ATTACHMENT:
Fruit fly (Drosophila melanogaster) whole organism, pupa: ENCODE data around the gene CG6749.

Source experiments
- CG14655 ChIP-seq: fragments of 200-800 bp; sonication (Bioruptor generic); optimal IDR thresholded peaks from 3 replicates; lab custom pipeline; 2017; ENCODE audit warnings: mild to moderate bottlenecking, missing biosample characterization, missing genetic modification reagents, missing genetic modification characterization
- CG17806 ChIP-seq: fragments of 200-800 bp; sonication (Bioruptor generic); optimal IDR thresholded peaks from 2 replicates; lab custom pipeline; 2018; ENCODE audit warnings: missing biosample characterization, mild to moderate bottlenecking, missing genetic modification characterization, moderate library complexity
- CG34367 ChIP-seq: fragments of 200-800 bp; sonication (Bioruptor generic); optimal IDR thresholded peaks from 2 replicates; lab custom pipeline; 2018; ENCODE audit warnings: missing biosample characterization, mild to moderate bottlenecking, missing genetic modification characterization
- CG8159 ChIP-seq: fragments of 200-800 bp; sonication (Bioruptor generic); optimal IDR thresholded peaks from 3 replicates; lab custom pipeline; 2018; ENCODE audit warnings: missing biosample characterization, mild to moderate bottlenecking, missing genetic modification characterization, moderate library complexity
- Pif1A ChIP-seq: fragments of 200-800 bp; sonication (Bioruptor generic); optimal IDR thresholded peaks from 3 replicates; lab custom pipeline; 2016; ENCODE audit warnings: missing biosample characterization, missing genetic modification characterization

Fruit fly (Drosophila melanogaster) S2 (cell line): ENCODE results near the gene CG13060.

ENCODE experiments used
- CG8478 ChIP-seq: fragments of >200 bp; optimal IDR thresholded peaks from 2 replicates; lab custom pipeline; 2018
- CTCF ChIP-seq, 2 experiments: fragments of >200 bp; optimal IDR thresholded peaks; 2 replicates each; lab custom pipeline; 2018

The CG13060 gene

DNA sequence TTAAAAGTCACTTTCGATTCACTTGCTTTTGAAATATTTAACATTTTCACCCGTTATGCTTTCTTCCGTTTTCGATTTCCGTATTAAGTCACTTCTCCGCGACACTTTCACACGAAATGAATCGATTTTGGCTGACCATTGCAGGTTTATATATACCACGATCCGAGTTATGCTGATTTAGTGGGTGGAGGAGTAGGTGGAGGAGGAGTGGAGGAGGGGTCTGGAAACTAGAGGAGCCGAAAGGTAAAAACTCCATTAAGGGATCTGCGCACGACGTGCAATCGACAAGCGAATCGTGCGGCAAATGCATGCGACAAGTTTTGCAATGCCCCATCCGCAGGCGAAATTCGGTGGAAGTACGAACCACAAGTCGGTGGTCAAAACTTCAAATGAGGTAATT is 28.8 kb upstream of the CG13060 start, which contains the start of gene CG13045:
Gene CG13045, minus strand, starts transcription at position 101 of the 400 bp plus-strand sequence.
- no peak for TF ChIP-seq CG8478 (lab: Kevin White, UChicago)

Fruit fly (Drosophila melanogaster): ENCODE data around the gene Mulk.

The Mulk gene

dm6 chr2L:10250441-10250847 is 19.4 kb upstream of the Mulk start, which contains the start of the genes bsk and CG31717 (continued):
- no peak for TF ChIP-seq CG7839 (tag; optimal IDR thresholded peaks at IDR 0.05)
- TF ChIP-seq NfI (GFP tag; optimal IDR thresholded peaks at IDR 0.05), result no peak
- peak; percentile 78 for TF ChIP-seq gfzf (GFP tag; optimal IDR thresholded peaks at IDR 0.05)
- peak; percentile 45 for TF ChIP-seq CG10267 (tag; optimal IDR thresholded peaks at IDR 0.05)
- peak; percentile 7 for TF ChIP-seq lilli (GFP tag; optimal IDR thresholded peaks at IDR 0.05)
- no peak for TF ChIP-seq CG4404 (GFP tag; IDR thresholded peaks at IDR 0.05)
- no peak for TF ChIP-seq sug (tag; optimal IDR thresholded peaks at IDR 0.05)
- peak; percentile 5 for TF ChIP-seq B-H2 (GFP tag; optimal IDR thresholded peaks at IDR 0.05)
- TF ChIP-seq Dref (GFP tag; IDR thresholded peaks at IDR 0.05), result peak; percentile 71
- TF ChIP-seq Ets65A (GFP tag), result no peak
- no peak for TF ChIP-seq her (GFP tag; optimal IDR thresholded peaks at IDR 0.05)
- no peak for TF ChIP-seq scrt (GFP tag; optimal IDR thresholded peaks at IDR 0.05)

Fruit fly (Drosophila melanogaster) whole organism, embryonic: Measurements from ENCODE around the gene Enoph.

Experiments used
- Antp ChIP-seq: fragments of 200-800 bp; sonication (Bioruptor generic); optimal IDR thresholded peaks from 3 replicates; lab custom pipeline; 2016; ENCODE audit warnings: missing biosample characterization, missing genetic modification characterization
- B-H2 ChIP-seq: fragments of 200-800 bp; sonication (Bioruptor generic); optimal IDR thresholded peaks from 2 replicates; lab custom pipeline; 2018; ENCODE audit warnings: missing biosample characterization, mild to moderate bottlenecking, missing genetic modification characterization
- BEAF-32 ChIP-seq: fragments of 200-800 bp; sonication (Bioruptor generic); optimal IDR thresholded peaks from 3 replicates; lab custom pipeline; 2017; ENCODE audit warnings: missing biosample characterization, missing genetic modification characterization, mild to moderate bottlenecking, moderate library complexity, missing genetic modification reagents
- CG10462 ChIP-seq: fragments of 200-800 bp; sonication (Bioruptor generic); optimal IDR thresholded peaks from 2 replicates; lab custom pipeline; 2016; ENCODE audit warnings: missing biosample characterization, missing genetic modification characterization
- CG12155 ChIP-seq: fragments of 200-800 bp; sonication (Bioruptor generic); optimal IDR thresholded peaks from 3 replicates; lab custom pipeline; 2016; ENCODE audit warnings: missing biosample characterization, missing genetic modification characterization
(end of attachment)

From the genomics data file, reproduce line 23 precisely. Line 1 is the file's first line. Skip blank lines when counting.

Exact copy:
- peak; percentile 7 for TF ChIP-seq lilli (GFP tag; optimal IDR thresholded peaks at IDR 0.05)